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Restoring the Restorative Garden

October 28, 2022


As you walk through the Elizabeth and Nona Evans Restorative Garden at the Cleveland Botanical Garden you may notice some exciting changes underway! The horticulture team is currently in the process of refreshing the plant palette and lawn space surrounding the reflecting pool at the entrance to the Restorative Garden.

The Restorative Garden was designed to be a place where all people can find healing, peace, and restoration through their interaction with nature. This upper portion of the garden is intended to be a serene, meditative space that encourages calm reflection. A muted color palette of white and green fills this enclosed space allowing the mind to quiet while strolling through or sitting down to enjoy it.

Previously there was a large Quercus montana (chestnut oak) in the bed southwest of the reflecting pool which casted a glorious amount of shade over the space. This made for a very happy patch of Pachysandra terminalis (Japanese pachysandra) surrounding the pool and a beautiful lawn of Poa pratensis (Kentucky bluegrass). With the removal of this oak came tremendous amounts of sun and heat which caused the Pachysandra to suffer and the weeds to thrive! Management of this space became increasingly difficult as removal of weeds disturbed the Pachysandra beyond its ability to recolonize the area, especially given the stressful, sunny conditions. The weeds spread to the lawn with similar vigor and equally similar management issues.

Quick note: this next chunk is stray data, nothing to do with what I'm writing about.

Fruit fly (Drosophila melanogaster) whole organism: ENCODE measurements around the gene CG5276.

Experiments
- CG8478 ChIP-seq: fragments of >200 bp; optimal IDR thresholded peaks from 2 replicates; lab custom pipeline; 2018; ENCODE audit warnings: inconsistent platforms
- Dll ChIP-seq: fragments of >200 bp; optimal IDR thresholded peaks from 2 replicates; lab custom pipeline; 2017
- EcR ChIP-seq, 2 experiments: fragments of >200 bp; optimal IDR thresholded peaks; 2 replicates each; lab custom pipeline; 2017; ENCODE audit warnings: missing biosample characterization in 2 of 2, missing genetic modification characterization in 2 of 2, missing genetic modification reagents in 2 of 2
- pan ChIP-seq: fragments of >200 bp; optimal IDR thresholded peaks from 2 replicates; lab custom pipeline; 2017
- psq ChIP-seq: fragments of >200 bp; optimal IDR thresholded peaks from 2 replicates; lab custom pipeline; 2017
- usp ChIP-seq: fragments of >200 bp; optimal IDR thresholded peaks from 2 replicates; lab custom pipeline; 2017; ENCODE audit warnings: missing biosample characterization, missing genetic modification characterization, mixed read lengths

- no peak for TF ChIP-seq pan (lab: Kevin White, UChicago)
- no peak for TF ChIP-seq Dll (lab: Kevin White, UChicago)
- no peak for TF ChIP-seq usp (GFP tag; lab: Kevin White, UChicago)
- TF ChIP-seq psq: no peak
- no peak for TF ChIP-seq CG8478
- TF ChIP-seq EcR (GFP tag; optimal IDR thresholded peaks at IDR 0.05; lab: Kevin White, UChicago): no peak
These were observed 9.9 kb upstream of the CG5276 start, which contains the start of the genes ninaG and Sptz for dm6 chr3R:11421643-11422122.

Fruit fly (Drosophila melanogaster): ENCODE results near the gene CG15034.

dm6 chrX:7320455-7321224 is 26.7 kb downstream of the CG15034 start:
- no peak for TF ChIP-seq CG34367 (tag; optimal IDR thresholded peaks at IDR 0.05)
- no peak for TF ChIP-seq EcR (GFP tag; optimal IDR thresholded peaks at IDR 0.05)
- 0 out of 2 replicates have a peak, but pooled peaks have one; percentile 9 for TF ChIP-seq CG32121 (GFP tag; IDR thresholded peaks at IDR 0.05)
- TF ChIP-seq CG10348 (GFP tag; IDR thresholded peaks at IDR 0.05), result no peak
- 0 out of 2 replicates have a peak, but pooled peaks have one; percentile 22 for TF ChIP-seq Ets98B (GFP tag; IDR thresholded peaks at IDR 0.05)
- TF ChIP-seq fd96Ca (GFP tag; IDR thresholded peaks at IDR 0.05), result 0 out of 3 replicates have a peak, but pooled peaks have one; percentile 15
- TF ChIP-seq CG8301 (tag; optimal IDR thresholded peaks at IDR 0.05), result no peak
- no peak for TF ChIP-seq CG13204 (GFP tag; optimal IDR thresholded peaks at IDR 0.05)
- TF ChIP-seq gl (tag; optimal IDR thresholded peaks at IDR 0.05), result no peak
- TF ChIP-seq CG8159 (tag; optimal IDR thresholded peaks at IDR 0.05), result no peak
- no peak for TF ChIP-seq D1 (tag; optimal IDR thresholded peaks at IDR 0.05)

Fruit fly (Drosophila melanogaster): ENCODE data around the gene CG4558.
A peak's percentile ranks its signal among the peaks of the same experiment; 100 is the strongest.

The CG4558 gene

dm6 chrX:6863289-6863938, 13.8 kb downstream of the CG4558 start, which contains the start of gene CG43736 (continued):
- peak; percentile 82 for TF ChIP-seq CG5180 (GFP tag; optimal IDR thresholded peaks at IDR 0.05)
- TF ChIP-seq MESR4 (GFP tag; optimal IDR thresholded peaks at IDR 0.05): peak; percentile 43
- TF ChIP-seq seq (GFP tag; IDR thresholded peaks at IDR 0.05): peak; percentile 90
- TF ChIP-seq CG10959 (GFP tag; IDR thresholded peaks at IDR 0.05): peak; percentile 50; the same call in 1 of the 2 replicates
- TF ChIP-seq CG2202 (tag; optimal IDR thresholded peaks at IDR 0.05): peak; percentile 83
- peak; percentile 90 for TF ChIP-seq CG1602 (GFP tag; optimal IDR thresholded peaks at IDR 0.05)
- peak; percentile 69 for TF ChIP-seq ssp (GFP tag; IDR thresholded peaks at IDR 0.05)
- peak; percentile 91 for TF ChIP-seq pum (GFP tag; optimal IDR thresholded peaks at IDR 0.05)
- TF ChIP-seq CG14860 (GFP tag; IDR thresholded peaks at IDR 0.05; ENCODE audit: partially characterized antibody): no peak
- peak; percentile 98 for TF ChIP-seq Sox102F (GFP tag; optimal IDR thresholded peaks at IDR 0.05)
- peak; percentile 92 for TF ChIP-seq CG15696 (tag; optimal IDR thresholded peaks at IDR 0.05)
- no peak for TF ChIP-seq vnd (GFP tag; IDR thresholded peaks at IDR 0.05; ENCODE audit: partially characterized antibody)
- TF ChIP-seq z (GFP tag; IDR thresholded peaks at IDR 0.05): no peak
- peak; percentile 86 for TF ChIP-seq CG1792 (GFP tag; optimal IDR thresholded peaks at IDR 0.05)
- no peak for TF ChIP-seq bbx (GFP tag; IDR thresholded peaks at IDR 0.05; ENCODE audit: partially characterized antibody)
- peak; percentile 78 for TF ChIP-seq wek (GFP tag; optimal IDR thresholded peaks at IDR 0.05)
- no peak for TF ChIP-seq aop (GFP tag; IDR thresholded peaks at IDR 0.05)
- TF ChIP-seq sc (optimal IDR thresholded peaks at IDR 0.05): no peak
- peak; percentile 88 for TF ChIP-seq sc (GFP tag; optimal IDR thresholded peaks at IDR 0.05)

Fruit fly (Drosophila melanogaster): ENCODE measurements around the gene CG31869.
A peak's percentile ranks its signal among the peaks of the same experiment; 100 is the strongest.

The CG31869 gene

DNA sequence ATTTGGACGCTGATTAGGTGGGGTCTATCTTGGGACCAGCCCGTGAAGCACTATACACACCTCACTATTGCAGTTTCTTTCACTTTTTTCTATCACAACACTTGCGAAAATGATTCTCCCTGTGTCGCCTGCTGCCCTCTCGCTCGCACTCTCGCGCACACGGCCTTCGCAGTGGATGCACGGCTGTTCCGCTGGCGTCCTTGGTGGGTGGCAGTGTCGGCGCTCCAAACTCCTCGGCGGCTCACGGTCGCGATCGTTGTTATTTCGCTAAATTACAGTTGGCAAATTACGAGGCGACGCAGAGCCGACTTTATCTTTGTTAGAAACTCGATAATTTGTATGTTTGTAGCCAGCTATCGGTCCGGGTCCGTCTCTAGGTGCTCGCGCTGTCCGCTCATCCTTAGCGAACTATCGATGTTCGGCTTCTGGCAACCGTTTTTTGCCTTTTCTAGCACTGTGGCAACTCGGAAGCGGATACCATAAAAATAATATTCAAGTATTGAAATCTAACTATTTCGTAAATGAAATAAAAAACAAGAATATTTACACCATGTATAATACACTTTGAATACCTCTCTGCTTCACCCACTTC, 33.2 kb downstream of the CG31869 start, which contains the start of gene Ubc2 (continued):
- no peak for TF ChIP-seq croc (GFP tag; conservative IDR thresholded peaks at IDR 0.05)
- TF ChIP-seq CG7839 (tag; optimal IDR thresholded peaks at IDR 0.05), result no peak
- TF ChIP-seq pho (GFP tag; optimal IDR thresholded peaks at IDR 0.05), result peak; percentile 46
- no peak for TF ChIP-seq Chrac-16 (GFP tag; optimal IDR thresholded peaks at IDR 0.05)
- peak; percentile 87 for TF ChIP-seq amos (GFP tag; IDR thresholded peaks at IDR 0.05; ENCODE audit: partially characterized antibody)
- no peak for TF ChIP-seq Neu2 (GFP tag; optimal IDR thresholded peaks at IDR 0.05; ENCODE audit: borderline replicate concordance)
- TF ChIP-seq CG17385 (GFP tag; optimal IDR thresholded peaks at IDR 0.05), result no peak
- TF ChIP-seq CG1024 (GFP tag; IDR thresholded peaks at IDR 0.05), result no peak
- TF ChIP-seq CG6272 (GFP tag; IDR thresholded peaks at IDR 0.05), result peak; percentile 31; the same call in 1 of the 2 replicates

All these issues had lead us to explore new plant opportunities for the space. And so, we’ve chosen to replace the pachysandra with Carex oshimensis ‘Feather Falls’ (feather falls sedge). The Carex, or sedge, is a green and white variegated variety. Its mounding, grassy texture softens the hardscaped edges of the pool and pathways with elegance while giving us the ability to plant perennials and bulbs directly around the pool to pop up through the sedge’s blades. For the lawn space we have made the exciting decision to showcase a no-mow lawn seed mixture. No-mow lawns are typically mixes of low growing perennial and self-sowing annual species which eliminating or minimize the need for mowing. These seed mixes also promote biodiversity, require less watering after establishment, and the flowering varieties benefit pollinators. We are excited to see how both the alternative lawn and the Carex grow into the space over the next year or so. We hope you enjoy watching it develop into its full potential as well!

Caroline Watson

Caroline Watson


Caroline has been practicing her craft at the botanical garden for three years. She comes to us with a biology degree from Ohio Wesleyan University and experience designing with flowers. And these skills are on beautiful display throughout the Terrace and Restorative Gardens. Caroline also has a special interest in the intricate traditional pruning methods she applies to the Japanese Garden. That’s enough to keep her busy—but she’s never too busy talk gardening with you!

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